Other years we stayed in Maine for the 4th, watching disappointingly unartistic and short fireworks in Bangor, Bar Harbor, Newport, Bethel, and in other small cities and towns. In Rumford, touted that year as having the largest display of fireworks in all of New England (no one, however, had advertised it as being the best), we sat and watched and watched and watched as firework after firework boringly exploded over the river. There was no theme, no art involved; it was just a very long show of firework after firework with long spaces in-between. Every time the audience applauded, thinking (hoping?) the show had ended, another firework would be shot. It was a very poorly timed and long exhibition.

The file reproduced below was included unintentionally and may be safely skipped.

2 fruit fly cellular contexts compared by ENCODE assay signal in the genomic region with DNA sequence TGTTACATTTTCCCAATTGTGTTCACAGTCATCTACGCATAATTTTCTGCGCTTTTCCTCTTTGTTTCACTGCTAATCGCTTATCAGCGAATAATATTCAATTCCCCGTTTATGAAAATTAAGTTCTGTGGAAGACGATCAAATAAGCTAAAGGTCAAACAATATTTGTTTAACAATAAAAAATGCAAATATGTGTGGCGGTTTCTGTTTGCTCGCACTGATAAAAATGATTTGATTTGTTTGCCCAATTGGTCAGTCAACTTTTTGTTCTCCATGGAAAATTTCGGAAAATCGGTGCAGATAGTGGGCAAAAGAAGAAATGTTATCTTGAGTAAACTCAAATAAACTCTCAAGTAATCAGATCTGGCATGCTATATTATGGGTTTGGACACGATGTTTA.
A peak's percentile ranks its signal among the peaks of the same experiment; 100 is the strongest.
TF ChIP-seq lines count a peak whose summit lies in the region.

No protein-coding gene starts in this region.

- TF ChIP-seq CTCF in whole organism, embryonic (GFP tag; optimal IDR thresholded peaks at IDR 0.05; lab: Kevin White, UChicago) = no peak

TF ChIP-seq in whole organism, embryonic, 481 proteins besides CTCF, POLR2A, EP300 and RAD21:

So where will go this year? The forecast is for rain, but maybe it will clear out before dark descends. I want to do something, to see something beautiful, to be mashed in with thousands of other people, sitting in the dark, watching the fireflys, oohing and aahing over noise and brilliant lights in the sky, laughing at simply being among others like us, joy in being alive.